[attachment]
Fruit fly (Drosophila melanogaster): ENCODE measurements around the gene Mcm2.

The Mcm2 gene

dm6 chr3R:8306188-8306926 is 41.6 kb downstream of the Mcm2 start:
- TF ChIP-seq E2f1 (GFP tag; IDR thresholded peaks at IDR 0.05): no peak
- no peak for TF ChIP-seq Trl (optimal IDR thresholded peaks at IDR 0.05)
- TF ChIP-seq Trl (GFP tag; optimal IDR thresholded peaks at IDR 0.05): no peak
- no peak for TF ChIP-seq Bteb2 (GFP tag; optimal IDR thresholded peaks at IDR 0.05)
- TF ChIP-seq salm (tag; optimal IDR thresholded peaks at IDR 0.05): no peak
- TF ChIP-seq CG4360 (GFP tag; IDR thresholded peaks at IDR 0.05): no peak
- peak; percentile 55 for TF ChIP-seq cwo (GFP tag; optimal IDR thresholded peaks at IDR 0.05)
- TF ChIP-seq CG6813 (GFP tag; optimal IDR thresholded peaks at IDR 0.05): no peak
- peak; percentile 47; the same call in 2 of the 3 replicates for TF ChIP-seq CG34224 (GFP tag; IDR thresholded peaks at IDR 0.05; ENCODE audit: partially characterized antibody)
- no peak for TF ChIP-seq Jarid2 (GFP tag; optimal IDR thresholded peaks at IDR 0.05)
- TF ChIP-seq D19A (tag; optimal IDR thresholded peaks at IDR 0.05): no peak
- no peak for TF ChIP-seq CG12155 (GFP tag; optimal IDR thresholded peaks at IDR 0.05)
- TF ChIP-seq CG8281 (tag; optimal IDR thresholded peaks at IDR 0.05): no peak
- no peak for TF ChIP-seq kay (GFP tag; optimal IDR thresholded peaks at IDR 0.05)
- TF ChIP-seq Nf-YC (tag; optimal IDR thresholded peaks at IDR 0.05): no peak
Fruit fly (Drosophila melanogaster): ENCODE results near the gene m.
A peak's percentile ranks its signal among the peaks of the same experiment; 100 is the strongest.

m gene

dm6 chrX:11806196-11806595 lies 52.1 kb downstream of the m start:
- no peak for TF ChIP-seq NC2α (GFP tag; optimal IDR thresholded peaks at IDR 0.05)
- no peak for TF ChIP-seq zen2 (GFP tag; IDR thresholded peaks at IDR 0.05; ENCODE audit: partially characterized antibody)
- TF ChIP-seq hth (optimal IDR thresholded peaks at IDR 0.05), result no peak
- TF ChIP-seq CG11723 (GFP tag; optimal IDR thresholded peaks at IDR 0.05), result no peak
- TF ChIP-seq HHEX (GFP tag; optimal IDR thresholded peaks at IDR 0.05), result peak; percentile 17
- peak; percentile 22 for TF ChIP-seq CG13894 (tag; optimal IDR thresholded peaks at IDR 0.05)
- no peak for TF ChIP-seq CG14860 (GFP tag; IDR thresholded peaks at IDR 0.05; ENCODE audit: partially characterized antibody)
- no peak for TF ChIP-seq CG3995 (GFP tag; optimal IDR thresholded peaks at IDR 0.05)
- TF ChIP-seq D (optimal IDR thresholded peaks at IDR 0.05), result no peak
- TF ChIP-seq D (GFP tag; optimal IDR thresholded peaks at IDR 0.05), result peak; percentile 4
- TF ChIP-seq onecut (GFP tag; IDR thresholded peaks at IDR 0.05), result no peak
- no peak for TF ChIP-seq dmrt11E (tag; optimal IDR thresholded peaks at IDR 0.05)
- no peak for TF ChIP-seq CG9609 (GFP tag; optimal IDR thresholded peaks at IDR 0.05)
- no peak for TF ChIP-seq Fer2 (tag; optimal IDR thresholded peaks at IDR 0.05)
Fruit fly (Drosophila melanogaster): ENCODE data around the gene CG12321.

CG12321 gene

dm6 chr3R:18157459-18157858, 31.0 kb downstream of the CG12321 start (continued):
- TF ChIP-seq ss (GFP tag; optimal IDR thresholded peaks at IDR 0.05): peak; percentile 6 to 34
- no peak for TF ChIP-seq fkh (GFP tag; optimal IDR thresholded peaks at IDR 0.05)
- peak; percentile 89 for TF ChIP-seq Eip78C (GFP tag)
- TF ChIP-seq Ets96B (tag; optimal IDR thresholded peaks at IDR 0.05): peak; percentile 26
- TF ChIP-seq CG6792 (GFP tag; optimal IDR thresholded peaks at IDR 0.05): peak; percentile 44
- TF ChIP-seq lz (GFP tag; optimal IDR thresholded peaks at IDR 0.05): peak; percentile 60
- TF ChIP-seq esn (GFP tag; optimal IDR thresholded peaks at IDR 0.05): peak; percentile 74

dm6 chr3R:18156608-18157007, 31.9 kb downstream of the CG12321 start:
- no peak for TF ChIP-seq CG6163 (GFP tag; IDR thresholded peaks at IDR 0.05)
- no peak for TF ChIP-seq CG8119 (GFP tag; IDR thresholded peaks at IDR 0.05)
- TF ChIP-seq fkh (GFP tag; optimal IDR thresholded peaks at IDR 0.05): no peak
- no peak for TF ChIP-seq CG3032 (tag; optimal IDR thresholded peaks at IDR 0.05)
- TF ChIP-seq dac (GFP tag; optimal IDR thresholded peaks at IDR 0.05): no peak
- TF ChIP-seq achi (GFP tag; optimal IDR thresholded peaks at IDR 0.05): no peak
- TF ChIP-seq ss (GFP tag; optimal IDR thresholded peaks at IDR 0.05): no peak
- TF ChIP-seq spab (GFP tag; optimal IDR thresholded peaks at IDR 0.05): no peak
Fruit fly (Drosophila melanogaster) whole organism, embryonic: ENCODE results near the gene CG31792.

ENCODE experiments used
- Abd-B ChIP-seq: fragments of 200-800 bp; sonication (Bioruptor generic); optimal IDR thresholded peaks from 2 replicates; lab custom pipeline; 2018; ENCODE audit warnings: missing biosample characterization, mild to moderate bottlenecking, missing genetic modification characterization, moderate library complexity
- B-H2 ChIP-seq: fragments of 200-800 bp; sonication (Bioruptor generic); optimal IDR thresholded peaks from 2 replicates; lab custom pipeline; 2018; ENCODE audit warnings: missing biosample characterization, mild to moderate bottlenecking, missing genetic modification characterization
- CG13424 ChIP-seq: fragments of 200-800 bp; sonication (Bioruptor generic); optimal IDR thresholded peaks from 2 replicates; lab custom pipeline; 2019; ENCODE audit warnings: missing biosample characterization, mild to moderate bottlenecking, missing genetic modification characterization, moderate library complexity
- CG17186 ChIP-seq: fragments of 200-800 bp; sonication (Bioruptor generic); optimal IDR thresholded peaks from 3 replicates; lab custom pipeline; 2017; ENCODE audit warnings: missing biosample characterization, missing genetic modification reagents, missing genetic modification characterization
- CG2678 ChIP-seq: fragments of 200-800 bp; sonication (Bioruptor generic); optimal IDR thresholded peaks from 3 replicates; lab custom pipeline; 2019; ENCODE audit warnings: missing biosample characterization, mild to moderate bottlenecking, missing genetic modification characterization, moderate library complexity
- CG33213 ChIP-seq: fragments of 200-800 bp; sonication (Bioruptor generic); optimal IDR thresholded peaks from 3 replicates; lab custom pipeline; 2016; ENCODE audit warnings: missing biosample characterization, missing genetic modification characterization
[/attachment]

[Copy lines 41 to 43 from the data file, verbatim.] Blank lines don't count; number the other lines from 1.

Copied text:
- no peak for TF ChIP-seq fkh (GFP tag; optimal IDR thresholded peaks at IDR 0.05)
- peak; percentile 89 for TF ChIP-seq Eip78C (GFP tag)
- TF ChIP-seq Ets96B (tag; optimal IDR thresholded peaks at IDR 0.05): peak; percentile 26